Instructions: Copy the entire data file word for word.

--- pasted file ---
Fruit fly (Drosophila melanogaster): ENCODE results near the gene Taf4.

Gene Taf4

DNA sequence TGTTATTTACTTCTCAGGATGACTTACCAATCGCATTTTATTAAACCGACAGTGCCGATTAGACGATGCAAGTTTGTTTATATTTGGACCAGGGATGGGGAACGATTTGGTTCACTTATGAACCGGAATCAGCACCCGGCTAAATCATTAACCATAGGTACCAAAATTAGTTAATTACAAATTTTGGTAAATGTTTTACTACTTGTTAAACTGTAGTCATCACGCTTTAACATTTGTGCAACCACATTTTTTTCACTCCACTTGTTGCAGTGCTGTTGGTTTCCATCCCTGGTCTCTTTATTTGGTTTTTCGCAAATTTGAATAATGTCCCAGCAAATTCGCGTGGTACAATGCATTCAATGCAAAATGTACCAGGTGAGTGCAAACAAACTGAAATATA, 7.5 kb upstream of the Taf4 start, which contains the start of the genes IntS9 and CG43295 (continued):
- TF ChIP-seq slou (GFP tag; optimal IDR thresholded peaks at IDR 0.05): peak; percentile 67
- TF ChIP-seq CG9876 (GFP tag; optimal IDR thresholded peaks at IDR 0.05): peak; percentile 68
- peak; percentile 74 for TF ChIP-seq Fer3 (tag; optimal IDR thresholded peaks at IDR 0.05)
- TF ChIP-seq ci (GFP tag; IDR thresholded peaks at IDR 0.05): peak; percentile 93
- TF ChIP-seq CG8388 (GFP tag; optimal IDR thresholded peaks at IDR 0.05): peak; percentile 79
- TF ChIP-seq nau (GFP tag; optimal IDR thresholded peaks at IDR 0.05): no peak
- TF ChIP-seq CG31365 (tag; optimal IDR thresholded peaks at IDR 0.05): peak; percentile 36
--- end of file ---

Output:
Fruit fly (Drosophila melanogaster): ENCODE results near the gene Taf4.

Gene Taf4

DNA sequence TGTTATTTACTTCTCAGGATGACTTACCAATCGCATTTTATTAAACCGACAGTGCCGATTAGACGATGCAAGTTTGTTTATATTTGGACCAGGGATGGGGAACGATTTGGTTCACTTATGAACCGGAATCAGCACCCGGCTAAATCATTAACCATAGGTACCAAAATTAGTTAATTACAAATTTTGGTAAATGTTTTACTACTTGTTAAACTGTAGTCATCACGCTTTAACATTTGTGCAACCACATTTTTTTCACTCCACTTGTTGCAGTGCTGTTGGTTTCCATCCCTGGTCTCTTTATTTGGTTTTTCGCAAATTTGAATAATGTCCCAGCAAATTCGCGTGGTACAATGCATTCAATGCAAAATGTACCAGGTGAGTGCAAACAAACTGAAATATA, 7.5 kb upstream of the Taf4 start, which contains the start of the genes IntS9 and CG43295 (continued):
- TF ChIP-seq slou (GFP tag; optimal IDR thresholded peaks at IDR 0.05): peak; percentile 67
- TF ChIP-seq CG9876 (GFP tag; optimal IDR thresholded peaks at IDR 0.05): peak; percentile 68
- peak; percentile 74 for TF ChIP-seq Fer3 (tag; optimal IDR thresholded peaks at IDR 0.05)
- TF ChIP-seq ci (GFP tag; IDR thresholded peaks at IDR 0.05): peak; percentile 93
- TF ChIP-seq CG8388 (GFP tag; optimal IDR thresholded peaks at IDR 0.05): peak; percentile 79
- TF ChIP-seq nau (GFP tag; optimal IDR thresholded peaks at IDR 0.05): no peak
- TF ChIP-seq CG31365 (tag; optimal IDR thresholded peaks at IDR 0.05): peak; percentile 36